0
$\begingroup$

I am estimating the mutual information for a continuous data set using the kNN-based mutual information estimator proposed by Kraskov et al [1].

Lets consider two features $X$ and $Y$, and the estimated mutual information for the total dataset: $MI(X;Y) = I$.

When I split up the dataset in two parts, where both parts do not have matching samples (meaning each sample of the total data set is either in the first or second part). Estimating the mutual information for both parts gives: $MI(X_1, Y_1) = I_1$ and $MI(X_2, Y_2) = I_2$.

In the dataset I am working with: I get the following result: $I_1 < I_2 < I$. Meaning the mutual information is smaller in both subsets than the mutual information of the entire dataset.

Intuitively, this does not make sense to me as I was expecting that one subset would have a larger mutual information than the entire data set and the other subset a smaller mutual information. I tried to find mathematical arguments to prove if the results make sense or not, however without success.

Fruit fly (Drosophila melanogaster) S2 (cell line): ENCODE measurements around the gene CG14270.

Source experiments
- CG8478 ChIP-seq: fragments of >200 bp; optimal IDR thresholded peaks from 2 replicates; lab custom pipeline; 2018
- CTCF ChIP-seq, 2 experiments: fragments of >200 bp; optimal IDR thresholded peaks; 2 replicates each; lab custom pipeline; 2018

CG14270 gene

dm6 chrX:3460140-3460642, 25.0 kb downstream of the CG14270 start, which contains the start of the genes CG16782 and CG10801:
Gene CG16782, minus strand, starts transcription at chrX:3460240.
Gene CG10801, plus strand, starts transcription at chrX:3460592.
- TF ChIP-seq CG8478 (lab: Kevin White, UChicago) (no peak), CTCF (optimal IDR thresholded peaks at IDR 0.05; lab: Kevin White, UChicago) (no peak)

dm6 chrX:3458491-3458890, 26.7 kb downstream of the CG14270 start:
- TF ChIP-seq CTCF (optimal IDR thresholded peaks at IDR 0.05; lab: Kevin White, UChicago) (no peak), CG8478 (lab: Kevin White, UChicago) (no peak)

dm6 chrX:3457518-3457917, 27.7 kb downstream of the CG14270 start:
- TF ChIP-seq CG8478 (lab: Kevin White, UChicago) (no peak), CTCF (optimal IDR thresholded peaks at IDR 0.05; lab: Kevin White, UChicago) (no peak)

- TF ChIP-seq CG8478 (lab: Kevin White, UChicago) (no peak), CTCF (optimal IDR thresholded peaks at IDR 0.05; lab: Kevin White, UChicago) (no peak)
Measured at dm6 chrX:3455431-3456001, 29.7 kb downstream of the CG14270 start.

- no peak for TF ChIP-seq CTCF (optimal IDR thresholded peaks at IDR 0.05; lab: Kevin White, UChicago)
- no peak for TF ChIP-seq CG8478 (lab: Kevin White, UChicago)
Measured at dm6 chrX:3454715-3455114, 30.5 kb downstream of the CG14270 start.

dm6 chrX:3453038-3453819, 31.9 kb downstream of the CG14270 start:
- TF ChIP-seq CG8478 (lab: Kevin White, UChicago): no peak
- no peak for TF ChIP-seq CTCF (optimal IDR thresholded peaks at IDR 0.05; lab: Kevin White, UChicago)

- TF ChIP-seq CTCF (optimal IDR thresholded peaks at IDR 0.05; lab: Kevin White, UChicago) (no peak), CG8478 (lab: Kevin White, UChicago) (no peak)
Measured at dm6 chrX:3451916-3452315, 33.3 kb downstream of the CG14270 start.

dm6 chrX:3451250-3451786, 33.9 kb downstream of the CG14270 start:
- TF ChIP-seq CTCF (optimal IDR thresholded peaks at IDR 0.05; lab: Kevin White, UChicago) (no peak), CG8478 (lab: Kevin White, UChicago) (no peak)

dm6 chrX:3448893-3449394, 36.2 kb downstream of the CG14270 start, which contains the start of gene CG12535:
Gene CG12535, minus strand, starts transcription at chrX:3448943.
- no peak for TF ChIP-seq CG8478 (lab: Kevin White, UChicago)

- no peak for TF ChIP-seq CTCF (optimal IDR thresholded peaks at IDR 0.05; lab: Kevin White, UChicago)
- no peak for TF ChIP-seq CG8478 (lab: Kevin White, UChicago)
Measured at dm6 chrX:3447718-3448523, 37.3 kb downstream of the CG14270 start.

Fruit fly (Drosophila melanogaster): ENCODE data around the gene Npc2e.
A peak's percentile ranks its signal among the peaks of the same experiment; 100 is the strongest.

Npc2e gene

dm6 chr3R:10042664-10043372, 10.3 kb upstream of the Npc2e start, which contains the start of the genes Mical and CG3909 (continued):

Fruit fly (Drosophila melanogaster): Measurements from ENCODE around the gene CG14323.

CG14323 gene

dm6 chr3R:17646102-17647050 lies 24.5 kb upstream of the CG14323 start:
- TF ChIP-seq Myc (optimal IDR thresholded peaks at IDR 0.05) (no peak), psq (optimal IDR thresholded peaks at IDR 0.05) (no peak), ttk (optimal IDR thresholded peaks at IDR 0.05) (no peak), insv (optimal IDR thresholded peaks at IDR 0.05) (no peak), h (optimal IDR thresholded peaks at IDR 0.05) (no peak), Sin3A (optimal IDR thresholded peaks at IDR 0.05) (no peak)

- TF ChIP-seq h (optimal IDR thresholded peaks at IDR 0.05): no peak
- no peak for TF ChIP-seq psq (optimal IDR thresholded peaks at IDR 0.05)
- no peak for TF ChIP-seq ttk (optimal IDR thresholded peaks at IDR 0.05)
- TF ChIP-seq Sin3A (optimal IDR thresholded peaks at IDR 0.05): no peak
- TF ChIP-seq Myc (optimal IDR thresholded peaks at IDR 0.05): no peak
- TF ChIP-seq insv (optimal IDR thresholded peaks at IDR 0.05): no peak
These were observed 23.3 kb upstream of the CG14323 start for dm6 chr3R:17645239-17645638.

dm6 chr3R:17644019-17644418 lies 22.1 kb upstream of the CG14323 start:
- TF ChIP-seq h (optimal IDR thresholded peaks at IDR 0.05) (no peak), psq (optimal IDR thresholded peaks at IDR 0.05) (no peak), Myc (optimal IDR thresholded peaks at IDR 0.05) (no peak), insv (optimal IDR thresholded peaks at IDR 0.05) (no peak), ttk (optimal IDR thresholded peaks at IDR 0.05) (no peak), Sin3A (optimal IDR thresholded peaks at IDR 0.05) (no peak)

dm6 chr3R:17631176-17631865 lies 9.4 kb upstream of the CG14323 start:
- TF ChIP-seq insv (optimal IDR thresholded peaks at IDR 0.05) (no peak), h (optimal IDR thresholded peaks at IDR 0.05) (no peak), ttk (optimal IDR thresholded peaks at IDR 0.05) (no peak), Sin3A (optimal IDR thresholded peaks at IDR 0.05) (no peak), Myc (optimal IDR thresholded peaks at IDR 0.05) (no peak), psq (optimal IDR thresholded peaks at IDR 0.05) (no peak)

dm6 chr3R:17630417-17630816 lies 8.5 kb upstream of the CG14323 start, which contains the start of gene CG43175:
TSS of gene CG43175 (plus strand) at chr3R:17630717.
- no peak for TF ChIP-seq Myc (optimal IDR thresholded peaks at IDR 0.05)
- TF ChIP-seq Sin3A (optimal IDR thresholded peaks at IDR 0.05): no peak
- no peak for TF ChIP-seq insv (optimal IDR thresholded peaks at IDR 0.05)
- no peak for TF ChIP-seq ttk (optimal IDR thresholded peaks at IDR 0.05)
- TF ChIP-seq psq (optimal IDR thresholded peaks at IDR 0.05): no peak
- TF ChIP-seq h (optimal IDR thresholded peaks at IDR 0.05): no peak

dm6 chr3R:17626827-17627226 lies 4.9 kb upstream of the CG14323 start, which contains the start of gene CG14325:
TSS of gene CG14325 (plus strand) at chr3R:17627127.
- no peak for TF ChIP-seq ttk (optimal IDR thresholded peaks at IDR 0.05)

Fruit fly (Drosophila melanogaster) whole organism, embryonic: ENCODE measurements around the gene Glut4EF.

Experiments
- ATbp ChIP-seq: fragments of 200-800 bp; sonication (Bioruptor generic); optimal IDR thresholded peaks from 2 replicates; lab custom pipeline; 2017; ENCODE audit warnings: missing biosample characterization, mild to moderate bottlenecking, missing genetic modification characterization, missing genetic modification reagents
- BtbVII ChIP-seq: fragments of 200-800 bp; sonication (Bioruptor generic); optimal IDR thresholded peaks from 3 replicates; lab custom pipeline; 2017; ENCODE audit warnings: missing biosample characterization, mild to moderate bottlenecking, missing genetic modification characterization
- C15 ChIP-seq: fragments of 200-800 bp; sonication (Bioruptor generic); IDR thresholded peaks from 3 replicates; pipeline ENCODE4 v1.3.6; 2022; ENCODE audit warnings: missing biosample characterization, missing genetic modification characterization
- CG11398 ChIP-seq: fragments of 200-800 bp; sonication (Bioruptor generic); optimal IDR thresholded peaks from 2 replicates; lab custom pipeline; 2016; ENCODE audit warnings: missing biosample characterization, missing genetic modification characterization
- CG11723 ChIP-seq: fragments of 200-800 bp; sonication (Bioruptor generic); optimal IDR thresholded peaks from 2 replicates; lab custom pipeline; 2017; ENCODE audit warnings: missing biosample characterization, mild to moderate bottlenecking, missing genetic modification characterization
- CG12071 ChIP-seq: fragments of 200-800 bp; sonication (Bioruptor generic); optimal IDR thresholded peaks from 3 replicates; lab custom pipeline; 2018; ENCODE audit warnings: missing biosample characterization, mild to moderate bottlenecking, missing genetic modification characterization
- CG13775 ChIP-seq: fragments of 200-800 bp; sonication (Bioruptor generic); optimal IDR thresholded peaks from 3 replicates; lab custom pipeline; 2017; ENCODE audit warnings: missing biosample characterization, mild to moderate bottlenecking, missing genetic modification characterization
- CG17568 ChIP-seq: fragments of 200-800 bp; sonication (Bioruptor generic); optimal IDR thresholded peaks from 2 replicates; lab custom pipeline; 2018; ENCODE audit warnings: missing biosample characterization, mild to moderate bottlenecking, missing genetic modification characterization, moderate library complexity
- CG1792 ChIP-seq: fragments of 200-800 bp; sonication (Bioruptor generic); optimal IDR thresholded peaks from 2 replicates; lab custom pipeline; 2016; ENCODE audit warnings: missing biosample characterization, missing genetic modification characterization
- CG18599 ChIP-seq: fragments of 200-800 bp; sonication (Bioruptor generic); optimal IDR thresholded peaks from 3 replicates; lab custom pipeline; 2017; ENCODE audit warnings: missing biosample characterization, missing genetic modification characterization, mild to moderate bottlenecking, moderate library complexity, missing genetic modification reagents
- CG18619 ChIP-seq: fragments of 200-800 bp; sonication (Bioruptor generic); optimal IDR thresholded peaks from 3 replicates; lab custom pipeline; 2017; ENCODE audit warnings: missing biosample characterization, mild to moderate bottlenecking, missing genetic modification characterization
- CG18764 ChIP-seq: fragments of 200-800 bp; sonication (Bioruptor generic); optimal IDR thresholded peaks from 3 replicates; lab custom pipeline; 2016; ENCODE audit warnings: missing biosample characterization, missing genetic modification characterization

Is it (mathematically) possible that when you divide your dataset into two parts, that the mutual information of both parts is smaller than the mutual information of the whole dataset?

[1] Alexander Kraskov, Harald Stögbauer, and Peter Grassberger. Estimating mutual information. Physical Review E, 69(6), 2004. ISSN 1539-3755. doi: 10.1103/physreve.69.066138. URL https://dx.doi.org/ 10.1103/PhysRevE.69.066138.

$\endgroup$

Your Answer

By clicking “Post Your Answer”, you agree to our terms of service, privacy policy and cookie policy

Browse other questions tagged or ask your own question.